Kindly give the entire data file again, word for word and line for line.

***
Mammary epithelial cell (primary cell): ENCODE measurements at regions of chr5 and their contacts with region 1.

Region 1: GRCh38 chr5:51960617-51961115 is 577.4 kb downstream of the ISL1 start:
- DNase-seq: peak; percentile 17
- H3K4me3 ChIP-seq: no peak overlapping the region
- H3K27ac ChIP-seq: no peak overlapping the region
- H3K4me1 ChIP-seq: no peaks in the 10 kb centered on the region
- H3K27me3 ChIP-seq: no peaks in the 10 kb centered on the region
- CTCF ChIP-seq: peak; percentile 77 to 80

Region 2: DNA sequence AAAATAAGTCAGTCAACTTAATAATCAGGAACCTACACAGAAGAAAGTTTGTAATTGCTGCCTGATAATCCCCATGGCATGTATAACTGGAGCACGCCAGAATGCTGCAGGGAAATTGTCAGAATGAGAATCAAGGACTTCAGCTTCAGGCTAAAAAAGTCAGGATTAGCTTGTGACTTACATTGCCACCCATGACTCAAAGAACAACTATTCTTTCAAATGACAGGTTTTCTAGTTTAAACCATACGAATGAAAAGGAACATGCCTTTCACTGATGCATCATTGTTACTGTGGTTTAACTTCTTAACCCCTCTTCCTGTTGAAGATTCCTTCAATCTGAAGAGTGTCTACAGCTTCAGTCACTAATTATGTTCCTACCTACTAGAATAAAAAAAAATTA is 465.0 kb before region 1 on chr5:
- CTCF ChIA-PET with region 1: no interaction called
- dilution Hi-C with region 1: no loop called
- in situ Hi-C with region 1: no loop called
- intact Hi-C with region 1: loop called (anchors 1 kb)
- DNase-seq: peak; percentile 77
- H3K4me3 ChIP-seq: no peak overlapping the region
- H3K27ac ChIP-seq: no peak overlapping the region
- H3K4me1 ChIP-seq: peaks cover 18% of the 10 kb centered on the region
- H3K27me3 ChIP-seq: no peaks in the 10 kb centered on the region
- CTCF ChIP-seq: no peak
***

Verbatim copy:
Mammary epithelial cell (primary cell): ENCODE measurements at regions of chr5 and their contacts with region 1.

Region 1: GRCh38 chr5:51960617-51961115 is 577.4 kb downstream of the ISL1 start:
- DNase-seq: peak; percentile 17
- H3K4me3 ChIP-seq: no peak overlapping the region
- H3K27ac ChIP-seq: no peak overlapping the region
- H3K4me1 ChIP-seq: no peaks in the 10 kb centered on the region
- H3K27me3 ChIP-seq: no peaks in the 10 kb centered on the region
- CTCF ChIP-seq: peak; percentile 77 to 80

Region 2: DNA sequence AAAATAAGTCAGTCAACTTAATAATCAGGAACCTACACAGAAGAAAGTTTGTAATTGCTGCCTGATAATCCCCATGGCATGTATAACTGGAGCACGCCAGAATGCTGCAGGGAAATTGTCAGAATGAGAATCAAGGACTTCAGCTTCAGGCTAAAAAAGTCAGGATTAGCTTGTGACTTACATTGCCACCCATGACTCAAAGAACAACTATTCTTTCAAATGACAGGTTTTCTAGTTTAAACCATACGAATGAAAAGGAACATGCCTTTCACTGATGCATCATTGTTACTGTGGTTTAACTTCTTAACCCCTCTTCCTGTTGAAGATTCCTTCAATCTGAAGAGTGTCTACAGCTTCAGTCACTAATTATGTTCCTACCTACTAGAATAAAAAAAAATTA is 465.0 kb before region 1 on chr5:
- CTCF ChIA-PET with region 1: no interaction called
- dilution Hi-C with region 1: no loop called
- in situ Hi-C with region 1: no loop called
- intact Hi-C with region 1: loop called (anchors 1 kb)
- DNase-seq: peak; percentile 77
- H3K4me3 ChIP-seq: no peak overlapping the region
- H3K27ac ChIP-seq: no peak overlapping the region
- H3K4me1 ChIP-seq: peaks cover 18% of the 10 kb centered on the region
- H3K27me3 ChIP-seq: no peaks in the 10 kb centered on the region
- CTCF ChIP-seq: no peak